Dr. Robert A. Sottilare is the Adaptive Training Research Lead at the US Army Natick Soldier Center where the focus of his research is automated authoring, instructional management, and analysis tools and methods for intelligent tutoring systems (ITSs). He is a co-creator of the Generalized Intelligent Framework for Tutoring (GIFT), an open source, AI-based adaptive instructional architecture. He is also the lead editor for the Design Recommendations for Intelligent Tutoring Systems book series and founder/chair of the GIFT Users Symposia. Dr. Sottilare is a member of the IEEE and AI in Education Society. He is widely published and is a frequent speaker at the Defense & Homeland Security Simulation (DHSS) Workshop, the Florida AI Research Society, Augmented Cognition, and AI in Education conferences. Dr. Sottilare is also a faculty scholar and adjunct professor at the University of Central Florida where he teaches a graduate level course in ITS design. He is also a frequent lecturer at the United States Military Academy (USMA) where he teaches a senior level colloquium on ITS design. He is the recipient of two lifetime achievement awards in Modeling & Simulation: US Army RDECOM (2012; inaugural recipient) and National Training & Simulation Association (2015; Governor’s Award – highest level).
Dr. Andrew J. Hampton studied at the University of Central Florida and the Burnett Honors College on a full National Merit scholarship. After graduating with a B.S. in psychology and a minor in cognitive science, he entered the Wright State Human Factors/Industrial Organizational doctoral program in the fall of 2011 where he worked as a graduate research and teaching assistant and as a graduate teaching assistant, while also co-founding the Professional Development Group, a graduate student organization developed to encourage independent initiatives. While at Wright State, he earned his Master’s degree in 2013, the pro-gram’s Graduate Student Excellence Award in 2014, and his PhD in 2018. In 2016, he accepted a position as a researcher under Art Graesser at the Institute for Intelligent Systems, within the University of Memphis. There, in addition to his research duties, he has taken on responsibilities as coordinator for a grant with the Office of Naval Research, and project manager for ElectronixTutor, a platform integrating several intelli-gent tutoring systems in a common interface. His work won the 2016 Human Factors Prize for Excellence in Human Factors/Ergonomics Research, focusing on Big Data analytics. Andrew’s research interests in-clude technologically mediated communication, psycholinguistics, semiotics, intelligent tutoring systems, artificial intelligence, and political psychology.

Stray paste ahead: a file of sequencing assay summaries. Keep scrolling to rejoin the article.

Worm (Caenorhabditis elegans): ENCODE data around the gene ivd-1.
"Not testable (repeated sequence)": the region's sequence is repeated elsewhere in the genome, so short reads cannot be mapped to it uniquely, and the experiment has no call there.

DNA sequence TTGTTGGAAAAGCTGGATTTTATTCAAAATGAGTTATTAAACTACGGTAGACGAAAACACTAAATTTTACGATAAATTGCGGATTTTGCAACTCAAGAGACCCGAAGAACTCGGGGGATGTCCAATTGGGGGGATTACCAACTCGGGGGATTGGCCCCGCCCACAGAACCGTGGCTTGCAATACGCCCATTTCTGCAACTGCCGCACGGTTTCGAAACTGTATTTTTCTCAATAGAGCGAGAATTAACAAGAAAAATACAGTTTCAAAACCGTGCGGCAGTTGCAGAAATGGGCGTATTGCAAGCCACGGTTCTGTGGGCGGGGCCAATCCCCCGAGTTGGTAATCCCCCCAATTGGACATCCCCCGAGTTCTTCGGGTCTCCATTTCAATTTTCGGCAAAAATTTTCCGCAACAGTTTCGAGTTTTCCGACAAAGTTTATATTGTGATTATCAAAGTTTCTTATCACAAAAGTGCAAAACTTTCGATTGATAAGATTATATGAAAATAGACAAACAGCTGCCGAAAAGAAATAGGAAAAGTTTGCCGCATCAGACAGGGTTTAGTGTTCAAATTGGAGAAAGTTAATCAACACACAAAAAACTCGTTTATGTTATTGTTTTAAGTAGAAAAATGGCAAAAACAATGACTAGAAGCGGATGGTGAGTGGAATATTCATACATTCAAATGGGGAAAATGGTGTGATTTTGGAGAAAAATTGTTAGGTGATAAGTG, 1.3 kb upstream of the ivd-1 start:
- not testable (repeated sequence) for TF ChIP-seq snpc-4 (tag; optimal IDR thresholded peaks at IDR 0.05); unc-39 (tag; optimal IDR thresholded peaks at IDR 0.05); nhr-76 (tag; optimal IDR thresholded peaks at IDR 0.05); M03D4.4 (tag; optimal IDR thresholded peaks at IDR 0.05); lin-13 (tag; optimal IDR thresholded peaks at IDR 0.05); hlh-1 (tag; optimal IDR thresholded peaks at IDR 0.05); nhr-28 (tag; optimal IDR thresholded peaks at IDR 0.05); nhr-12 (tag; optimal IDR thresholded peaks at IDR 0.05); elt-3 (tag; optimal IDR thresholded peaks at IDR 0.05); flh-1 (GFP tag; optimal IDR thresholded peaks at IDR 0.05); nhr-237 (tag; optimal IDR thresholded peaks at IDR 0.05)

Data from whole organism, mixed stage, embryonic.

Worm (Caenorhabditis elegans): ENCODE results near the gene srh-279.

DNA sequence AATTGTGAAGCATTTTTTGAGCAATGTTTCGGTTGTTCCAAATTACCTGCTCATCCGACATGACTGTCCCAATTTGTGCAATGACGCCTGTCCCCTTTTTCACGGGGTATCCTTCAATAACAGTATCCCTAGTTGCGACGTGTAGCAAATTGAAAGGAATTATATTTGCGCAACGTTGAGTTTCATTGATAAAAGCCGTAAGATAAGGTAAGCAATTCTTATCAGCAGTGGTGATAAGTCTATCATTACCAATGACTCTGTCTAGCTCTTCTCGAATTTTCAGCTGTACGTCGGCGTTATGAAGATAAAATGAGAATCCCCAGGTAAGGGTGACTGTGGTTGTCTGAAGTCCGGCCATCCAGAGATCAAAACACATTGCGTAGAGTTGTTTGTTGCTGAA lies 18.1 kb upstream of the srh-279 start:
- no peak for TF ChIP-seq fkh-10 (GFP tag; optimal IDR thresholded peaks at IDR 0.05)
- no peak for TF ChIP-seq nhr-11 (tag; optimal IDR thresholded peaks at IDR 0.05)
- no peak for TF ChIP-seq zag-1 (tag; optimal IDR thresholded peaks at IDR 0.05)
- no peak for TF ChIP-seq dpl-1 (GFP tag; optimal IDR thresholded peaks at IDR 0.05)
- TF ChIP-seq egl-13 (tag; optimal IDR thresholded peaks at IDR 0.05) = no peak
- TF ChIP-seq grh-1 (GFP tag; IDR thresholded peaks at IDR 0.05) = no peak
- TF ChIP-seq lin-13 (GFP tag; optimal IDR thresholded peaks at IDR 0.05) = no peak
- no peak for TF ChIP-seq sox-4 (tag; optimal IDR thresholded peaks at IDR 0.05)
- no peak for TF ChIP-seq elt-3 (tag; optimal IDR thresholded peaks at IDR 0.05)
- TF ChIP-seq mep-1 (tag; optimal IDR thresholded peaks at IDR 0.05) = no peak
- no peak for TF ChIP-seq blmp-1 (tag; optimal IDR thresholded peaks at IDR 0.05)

Jody L. Cockroft is a Research Specialist at the University of Memphis in the Institute for Intelligent Systems. Prior to joining the University of Memphis, she was with the University of Tennessee Health Science Center in Memphis where she was involved in with various clinical trials and bench research for over twenty years. She earned her A.A. from the University of Tampa and her B.S. from the University of Memphis. She has been working with Xiangen Hu and Arthur Graesser for the past two years on the Army Research Laboratory project on the Generalized Intelligent Framework for Tutoring (GIFT) and the Advanced Distributed Learning (ADL) Academy projects and the Advanced Learning Theories, Technologies, Applications and Impacts (ALTTAI) Consortium efforts.
Dr. Benjamin Goldberg is a member of the Learning in Intelligent Tutoring Environments (LITE) Lab at the Natick Soldier Research and Development Center’s Simulation and Training Technology Center in Orlando, FL. He has been conducting research in intelligent tutoring for the past ten years with a focus on adaptive learning in simulation-based environments and how to leverage Artificial Intelligence tools and methods to create personalized learning experiences. Dr. Goldberg holds a Ph.D. from the University of Central Florida in Modeling & Simulation.
Dr. Paula Durlach received her Ph.D. in experimental psychology from Yale University in 1982, and subsequently held fellowship positions at the University of Pennsylvania and the University of Cambridge. From 1987 to 1994, she was an assistant professor of psychology at McMaster University and then went on to lead the exploratory consumer science team at Unilever Research Colworth Laboratory in the U. K. She returned to the U. S. in 2001 to join the U. S. Army Research Institute for the Behavioral and Social Sciences. From 2012 – 2015, she served as the Deputy Director of the Advanced Distributed Learning Initiative. She is currently on the staff of US Army Research Laboratory where she maintains interest in adaptive training. Dr. Durlach has received recognition for her work in experimental psychology and cognitive science at the Army Science Conference and from the Department of Army Research and Development. She is a Fellow of the Association for Psychological Science, and member of the Experimental Psychology Society, the Psychonomic Society, and the Society for Artificial Intelligence in Education. With Dr. Alan Lesgold, she co-edited the book, Adaptive Technologies for Training and Education, published in 2012, and has also published research in journals such as International Journal of Artificial Intelligence in Education, Military Psychology, Computers in Human Behavior, and Human-Computer Interaction.